Historian, archivist, printer, and journalist George Henry Himes served for over forty years as the first curator of the Oregon Historical Society in Portland. "His mind was an index and an encyclopedia of Oregon history," wrote Oregon State Treasurer Leslie M. Scott.
Born near Troy, Pennsylvania, on May 18, 1844, Himes and his family traveled overland from Illinois to the Puget Sound area in 1853. Himes's father, Tyrus, started a farm east of Olympia, Washington, in present-day Lacey, supplementing his income through tanning and harness-making.
In 1861, the seventeen-year-old George Himes became an apprentice to Olympia printer John H. Murphy, publisher of the Washington Standard. They had a stormy and often violent relationship, and Himes left for Portland in March 1864. There he took a job as a typesetter for Henry Pittock, publisher of the Oregonian. In 1865, he went to work for Portland printer William D. Carter. The following year he married Anna Riggs of Eola, with whom he would have eleven children.
In 1868, Himes and a co-worker purchased Carter's shop, and by 1870 he was the sole proprietor. Now called Himes The Printer, the firm published volumes of poetry by Joaquin Miller, the newspaper Commercial Reporter, and Herbert O. Lang's History of the Willamette Valley (1885), which proved a commercial disaster and contributed to the eventual failure of the firm. Although Himes was diligent and hard working, he could barely support his large family.
Himes achieved great noncommercial success, however, in the realms of historical documentation. As a young man, he began a lifelong practice of filling scrapbooks with clippings on historical subjects. In 1873, he helped establish the Oregon Pioneer Association, which he served for many years as secretary, and in 1898 he was one of the founding members of the Oregon Historical Society.
It was in Himes's printing offices that he assembled the first of the Oregon Historical Society's collections. Later, he moved them to Portland's City Hall, then to a storefront on Southwest Second Avenue, and eventually to the Municipal Auditorium Building in 1917.
Himes sold his printing business in 1902 and devoted his time exclusively to the Oregon Historical Society. In 1915, the organization's directors named him curator, a post he held until his death in 1940. Almost single-handedly he built the Society's core collections of books, periodicals, manuscripts, maps, photographs, and artifacts. He also conducted more than 7,000 interviews with Oregon pioneers, and published numerous articles on historical subjects, many related to the history of printing in Oregon. A dedicated diarist, he kept a daily record of his life, beginning at the age of fourteen and continuing until his death at ninety-five.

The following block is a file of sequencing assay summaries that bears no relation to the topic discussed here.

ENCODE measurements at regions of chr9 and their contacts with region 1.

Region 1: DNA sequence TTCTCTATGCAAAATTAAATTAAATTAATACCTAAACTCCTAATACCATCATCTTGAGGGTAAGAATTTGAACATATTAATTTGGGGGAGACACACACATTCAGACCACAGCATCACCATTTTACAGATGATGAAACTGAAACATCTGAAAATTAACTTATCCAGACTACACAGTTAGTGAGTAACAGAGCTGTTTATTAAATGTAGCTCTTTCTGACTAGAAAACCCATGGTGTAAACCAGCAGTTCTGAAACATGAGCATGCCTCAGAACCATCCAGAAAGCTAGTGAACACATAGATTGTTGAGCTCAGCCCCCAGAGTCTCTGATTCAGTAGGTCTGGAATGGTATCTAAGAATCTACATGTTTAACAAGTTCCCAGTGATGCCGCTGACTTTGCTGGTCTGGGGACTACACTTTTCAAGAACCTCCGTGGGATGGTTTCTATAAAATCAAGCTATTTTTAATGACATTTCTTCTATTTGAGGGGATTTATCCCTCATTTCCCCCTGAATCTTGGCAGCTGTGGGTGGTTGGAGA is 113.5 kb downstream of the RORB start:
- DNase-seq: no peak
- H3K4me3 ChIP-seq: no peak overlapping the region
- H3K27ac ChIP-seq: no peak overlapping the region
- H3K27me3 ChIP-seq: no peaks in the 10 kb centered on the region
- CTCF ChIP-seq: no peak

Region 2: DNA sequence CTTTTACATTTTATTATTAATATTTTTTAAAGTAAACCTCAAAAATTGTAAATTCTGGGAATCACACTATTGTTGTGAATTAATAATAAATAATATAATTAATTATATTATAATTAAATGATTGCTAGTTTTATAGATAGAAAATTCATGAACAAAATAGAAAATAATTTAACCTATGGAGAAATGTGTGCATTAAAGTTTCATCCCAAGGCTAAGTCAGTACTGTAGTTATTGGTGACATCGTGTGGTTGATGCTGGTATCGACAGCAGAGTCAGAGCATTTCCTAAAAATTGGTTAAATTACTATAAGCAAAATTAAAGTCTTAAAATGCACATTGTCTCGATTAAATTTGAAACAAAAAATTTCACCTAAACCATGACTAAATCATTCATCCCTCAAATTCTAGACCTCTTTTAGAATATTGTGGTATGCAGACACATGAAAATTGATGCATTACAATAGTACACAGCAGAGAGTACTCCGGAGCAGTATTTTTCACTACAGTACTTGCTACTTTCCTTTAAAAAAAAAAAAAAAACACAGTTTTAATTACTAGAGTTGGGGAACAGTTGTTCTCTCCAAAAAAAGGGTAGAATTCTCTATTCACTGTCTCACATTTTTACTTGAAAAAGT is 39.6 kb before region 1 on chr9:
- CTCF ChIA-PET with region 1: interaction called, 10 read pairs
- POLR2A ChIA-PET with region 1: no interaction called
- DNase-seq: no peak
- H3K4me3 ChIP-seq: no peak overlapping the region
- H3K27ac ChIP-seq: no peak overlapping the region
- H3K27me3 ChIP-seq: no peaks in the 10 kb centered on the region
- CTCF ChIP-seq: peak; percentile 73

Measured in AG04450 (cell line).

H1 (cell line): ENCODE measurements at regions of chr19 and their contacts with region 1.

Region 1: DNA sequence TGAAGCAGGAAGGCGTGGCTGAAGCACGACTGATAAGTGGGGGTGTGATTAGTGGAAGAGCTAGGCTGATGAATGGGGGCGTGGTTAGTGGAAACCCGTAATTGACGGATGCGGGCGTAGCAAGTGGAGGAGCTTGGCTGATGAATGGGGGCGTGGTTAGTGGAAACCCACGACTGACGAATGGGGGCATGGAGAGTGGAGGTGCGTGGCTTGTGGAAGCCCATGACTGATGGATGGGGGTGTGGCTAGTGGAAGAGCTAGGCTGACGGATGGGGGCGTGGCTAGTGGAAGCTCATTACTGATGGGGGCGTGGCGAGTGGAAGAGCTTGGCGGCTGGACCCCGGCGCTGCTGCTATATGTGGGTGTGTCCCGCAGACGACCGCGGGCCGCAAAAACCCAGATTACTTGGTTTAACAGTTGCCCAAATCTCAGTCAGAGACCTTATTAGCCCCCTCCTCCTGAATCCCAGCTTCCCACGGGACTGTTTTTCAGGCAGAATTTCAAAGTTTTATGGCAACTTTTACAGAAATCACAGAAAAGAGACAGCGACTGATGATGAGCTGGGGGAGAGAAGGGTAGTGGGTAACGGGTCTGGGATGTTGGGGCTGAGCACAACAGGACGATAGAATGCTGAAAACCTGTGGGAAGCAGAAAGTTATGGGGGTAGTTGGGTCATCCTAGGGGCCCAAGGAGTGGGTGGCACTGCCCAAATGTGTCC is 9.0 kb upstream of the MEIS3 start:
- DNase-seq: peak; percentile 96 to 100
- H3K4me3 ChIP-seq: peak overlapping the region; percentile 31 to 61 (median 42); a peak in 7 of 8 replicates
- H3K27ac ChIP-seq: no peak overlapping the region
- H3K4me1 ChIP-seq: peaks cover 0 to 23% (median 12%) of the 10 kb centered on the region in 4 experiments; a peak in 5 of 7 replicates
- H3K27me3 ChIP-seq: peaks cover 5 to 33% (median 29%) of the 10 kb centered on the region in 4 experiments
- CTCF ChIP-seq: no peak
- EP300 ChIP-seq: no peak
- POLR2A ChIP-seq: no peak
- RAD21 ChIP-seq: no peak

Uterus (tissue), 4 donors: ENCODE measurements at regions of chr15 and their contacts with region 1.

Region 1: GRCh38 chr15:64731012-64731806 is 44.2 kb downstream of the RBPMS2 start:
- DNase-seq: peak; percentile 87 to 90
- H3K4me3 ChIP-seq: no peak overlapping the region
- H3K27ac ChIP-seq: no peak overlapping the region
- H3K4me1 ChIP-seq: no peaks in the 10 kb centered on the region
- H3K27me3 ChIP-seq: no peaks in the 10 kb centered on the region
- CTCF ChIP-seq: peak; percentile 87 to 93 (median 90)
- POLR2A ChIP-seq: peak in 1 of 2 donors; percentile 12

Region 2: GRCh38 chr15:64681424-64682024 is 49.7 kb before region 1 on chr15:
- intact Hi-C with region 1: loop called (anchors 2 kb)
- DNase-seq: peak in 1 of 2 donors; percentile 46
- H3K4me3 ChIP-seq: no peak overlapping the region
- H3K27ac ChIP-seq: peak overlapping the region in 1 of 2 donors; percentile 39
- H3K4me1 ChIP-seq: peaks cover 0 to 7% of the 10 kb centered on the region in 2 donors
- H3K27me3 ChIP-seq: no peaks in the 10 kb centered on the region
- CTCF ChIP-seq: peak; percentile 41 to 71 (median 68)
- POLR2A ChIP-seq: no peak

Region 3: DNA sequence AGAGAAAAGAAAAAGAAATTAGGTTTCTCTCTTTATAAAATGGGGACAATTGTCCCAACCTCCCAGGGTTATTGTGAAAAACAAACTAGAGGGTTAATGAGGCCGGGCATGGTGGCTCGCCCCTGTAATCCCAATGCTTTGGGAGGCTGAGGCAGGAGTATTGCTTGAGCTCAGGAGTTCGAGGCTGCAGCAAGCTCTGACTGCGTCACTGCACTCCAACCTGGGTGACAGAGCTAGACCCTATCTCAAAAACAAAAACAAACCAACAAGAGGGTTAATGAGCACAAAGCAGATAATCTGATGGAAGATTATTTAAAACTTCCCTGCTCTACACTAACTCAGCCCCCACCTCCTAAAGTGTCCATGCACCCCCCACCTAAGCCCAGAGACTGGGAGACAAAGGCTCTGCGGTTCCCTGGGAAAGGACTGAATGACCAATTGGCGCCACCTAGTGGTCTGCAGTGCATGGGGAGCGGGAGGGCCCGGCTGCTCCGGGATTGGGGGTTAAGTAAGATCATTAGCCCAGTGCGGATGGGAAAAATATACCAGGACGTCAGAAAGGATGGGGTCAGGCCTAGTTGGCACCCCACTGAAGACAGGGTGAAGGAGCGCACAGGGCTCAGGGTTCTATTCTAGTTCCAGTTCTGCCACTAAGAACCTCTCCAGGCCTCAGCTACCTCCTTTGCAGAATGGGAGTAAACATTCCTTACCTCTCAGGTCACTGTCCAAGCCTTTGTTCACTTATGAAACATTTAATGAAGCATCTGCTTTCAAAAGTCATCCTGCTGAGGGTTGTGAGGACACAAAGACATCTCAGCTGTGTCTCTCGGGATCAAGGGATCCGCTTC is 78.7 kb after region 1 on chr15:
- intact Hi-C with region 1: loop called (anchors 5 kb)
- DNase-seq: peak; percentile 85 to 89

Himes was a deeply religious man who constantly endeavored to lead what he considered a moral life. He joined the temperance movement at an early age and often taught Sunday school. Prior to his death in 1940, he was the oldest living member of Portland's First Congregational Church.
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Dee, Minnie Roof. From Oxcart to Airplane: A Biography of George H. Himes. Portland, Ore.: Binfords & Mort, 1939.
Laugesen, Amanda. "George Himes, F.G. Young, and the Early Years of the Oregon Historical Society." Oregon Historical Quarterly 101:1 (Spring 2000), 18-39.
Scott, Leslie M. "George Henry Himes, Archivist for Guidance and Posterity." Oregon Historical Quarterly 41:1 (March 1940): 1-3.
Turnbull, George S. "George Himes 38 Years Printer and 37 Years Curator." Oregon Publisher 9 (March 1937): 4-5, 7.